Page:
US: Net Neutrality Plan Gets Mixed Reviews

On Wednesday FCC Chairman Julius Genachowski announced his latest proposal for Net Neutrality rules. His plan would forbid both wired and wireless Internet service providers from blocking lawful content, but without resorting to changing the way the FCC regulates broadband providers.

Telecom lawyers and public interest groups have argued that without redefining its role over ISPs, the Commission's ability to carry out broadband rules is weakened. In the end, the proposal could still wind up being challenged in courts.

Although the plan does allow broadband providers to manage their networks to limit congestion or harmful traffic, Mr. Genachowski thinks there is "a sound legal basis" to pursue so-called net neutrality rules that would prevent ISPs from blocking or serving up certain web sites faster and at better quality than others.

For wireless networks weaker rules apply. Mobile operators would be prohibited from blocking competing voice and video applications such as Skype, Google Voice or Netflix. But they wouldn't be bound to the rules against prioritizing certain applications and web sites on their networks like fixed broadband providers.

"Mobile broadband is at an earlier stage of development than fixed broadband, and is evolving rapidly," Genachowski said.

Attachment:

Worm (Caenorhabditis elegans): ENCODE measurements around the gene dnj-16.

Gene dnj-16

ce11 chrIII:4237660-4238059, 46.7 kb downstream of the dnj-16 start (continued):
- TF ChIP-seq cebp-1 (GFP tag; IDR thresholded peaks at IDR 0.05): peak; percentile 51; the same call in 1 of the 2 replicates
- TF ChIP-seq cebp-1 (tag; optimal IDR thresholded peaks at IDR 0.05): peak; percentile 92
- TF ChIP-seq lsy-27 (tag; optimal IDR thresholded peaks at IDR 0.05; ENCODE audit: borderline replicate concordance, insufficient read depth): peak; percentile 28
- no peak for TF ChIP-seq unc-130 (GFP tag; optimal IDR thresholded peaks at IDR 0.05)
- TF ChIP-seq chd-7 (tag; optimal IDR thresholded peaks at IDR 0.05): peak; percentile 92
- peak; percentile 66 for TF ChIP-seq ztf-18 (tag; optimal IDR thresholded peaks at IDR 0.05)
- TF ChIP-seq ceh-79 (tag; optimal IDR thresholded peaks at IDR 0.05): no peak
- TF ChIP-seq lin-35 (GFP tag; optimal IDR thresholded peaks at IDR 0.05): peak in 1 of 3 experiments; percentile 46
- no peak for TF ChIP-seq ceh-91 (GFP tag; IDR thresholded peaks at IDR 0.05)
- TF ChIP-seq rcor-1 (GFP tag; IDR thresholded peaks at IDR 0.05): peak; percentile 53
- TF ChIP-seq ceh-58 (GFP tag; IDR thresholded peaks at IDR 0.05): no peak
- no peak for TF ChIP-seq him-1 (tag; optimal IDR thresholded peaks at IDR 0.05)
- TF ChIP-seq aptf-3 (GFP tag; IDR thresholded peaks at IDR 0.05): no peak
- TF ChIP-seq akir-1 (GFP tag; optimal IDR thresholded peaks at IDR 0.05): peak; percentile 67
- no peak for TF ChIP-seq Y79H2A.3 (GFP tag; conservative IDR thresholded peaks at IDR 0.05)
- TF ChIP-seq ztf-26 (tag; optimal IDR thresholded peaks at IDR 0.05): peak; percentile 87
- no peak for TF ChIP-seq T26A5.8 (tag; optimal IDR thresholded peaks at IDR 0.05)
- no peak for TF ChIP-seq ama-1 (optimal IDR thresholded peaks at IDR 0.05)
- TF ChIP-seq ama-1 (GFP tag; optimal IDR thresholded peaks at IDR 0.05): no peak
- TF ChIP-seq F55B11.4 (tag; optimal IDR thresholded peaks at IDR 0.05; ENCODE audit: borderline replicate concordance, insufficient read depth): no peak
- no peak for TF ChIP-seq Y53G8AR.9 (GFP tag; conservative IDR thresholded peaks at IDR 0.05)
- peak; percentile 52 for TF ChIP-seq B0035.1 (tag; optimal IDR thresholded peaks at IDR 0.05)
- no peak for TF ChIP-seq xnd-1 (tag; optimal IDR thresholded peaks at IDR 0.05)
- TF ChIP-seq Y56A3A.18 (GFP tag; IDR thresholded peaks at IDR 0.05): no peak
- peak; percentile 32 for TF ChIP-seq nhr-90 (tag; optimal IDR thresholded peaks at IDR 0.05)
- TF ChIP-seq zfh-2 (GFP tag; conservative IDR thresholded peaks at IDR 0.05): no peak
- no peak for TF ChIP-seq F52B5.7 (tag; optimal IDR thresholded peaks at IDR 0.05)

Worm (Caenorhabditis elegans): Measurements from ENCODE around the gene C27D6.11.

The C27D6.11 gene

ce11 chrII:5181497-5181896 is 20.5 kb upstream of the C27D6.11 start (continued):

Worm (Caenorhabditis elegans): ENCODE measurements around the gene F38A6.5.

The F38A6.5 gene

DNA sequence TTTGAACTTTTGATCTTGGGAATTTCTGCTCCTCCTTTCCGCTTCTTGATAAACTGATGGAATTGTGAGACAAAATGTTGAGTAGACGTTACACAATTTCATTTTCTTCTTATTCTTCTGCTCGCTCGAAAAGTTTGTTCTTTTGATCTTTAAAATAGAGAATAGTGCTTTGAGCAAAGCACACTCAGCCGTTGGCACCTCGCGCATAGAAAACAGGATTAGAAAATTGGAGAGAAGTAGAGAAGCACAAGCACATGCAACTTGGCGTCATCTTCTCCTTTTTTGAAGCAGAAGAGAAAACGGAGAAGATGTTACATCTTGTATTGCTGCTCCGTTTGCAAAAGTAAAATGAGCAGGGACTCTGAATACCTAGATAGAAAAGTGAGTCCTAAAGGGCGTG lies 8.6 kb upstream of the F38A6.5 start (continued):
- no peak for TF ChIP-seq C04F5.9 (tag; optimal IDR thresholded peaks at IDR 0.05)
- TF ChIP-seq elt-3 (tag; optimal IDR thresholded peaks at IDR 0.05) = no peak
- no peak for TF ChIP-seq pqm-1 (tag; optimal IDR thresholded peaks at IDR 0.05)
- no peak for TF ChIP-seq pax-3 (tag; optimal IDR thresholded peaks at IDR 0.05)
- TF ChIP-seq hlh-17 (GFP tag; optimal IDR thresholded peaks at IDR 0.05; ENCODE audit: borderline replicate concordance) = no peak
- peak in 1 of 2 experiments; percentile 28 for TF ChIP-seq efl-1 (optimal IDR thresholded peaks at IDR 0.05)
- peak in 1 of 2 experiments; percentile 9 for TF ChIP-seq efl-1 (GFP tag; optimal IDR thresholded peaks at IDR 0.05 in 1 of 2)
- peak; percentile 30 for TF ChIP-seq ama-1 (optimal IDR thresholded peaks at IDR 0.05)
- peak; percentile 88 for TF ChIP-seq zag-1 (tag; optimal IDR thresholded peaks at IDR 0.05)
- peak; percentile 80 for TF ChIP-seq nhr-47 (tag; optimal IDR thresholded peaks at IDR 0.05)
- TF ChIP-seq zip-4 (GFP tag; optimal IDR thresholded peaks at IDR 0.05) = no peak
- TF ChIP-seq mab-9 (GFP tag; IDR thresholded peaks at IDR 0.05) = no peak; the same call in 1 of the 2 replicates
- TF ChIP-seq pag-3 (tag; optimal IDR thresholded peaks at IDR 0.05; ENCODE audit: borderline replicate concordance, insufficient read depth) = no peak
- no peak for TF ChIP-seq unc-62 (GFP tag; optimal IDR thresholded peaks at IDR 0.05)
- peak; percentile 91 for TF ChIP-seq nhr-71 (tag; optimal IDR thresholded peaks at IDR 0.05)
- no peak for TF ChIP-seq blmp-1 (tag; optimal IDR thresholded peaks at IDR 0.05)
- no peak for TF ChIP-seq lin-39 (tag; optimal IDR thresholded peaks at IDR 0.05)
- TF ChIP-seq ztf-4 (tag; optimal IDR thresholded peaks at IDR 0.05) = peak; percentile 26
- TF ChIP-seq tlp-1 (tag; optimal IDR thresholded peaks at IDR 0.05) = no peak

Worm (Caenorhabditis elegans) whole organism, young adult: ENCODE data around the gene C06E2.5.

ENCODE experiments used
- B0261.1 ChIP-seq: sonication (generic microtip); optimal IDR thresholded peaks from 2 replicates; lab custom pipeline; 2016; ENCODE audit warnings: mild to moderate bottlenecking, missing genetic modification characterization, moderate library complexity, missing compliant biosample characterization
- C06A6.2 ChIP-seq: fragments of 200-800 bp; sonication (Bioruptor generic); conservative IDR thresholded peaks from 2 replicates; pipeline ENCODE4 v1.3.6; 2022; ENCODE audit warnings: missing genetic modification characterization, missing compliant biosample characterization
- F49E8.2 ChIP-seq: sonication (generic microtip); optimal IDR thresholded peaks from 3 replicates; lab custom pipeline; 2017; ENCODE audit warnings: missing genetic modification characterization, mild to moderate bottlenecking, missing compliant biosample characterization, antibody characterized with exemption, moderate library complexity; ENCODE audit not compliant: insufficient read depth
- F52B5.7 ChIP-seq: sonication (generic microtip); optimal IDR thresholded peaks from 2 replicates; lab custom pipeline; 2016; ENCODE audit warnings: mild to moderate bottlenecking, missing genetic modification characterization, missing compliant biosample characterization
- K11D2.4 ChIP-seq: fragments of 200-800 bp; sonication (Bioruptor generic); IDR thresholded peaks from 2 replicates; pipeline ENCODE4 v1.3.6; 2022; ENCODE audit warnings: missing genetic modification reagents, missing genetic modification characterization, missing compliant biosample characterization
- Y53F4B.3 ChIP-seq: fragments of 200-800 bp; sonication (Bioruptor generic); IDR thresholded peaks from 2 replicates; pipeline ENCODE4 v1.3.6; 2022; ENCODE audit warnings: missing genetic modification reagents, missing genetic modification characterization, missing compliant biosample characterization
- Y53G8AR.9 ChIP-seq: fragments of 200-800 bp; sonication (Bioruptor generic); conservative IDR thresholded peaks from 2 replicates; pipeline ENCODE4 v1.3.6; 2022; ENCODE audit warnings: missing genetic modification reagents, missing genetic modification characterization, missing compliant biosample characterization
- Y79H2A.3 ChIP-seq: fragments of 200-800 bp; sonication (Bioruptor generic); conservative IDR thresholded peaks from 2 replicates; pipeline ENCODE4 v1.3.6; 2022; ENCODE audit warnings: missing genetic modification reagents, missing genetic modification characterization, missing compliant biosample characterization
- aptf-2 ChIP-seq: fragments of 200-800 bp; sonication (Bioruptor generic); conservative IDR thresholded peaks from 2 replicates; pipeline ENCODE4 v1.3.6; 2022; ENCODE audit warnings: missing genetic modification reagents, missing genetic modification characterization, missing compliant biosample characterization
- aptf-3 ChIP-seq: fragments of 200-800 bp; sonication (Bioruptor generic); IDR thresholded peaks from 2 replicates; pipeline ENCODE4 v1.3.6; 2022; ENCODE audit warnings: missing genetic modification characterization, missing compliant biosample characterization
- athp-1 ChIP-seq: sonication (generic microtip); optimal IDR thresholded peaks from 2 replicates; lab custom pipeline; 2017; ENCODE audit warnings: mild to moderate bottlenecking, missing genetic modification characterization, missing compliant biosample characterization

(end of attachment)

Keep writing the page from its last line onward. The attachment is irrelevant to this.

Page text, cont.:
According to the New York Times, the proposal received strong support from prominent venture capitalists in Silicon Valley, and there was both praise and concern among companies that would be affected.

Mobile operator Sprint said that it “commends the F.C.C. for the careful and deliberate approach it has taken on this issue.”

But Verizon Wireless, the largest mobile provider in the U.S. was less impressed. Thomas J. Tauke, a Verizon executive vice president said, “The F.C.C.’s authority to act in this area is uncertain, and Congress has indicated a strong interest in addressing this issue.” Mr. Tauke said any new rules should be temporary, which would “encourage Congressional action, while showing appropriate deference to Congress.”

On December 21st the FCC will vote on the proposed plan. The meeting will be broadcast live. The statements of the chairman and the other commissioners – including Michael J. Copps, who is an advocate for stricter regulation – are posted on the FCC's web site.

Source: NY Times, Washington Post

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